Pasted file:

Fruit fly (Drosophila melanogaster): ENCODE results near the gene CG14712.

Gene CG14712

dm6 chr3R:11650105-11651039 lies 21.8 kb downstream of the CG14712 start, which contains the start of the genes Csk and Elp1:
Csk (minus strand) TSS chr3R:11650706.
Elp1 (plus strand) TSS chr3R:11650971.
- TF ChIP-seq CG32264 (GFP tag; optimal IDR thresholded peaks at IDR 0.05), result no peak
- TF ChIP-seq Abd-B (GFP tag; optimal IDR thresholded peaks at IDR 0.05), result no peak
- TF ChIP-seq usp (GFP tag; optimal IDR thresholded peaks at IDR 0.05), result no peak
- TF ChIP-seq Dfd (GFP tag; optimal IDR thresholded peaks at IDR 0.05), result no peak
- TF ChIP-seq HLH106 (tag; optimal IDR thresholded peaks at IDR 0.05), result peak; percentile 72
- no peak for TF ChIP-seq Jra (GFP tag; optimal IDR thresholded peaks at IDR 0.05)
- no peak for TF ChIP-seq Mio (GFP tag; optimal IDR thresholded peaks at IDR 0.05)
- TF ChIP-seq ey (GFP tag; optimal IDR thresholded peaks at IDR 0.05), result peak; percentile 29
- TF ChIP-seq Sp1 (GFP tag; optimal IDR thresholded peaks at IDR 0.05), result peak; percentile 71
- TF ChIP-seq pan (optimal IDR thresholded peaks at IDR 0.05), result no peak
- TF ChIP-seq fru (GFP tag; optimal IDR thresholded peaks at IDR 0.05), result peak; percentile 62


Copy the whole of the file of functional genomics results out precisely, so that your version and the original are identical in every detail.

Fruit fly (Drosophila melanogaster): ENCODE results near the gene CG14712.

Gene CG14712

dm6 chr3R:11650105-11651039 lies 21.8 kb downstream of the CG14712 start, which contains the start of the genes Csk and Elp1:
Csk (minus strand) TSS chr3R:11650706.
Elp1 (plus strand) TSS chr3R:11650971.
- TF ChIP-seq CG32264 (GFP tag; optimal IDR thresholded peaks at IDR 0.05), result no peak
- TF ChIP-seq Abd-B (GFP tag; optimal IDR thresholded peaks at IDR 0.05), result no peak
- TF ChIP-seq usp (GFP tag; optimal IDR thresholded peaks at IDR 0.05), result no peak
- TF ChIP-seq Dfd (GFP tag; optimal IDR thresholded peaks at IDR 0.05), result no peak
- TF ChIP-seq HLH106 (tag; optimal IDR thresholded peaks at IDR 0.05), result peak; percentile 72
- no peak for TF ChIP-seq Jra (GFP tag; optimal IDR thresholded peaks at IDR 0.05)
- no peak for TF ChIP-seq Mio (GFP tag; optimal IDR thresholded peaks at IDR 0.05)
- TF ChIP-seq ey (GFP tag; optimal IDR thresholded peaks at IDR 0.05), result peak; percentile 29
- TF ChIP-seq Sp1 (GFP tag; optimal IDR thresholded peaks at IDR 0.05), result peak; percentile 71
- TF ChIP-seq pan (optimal IDR thresholded peaks at IDR 0.05), result no peak
- TF ChIP-seq fru (GFP tag; optimal IDR thresholded peaks at IDR 0.05), result peak; percentile 62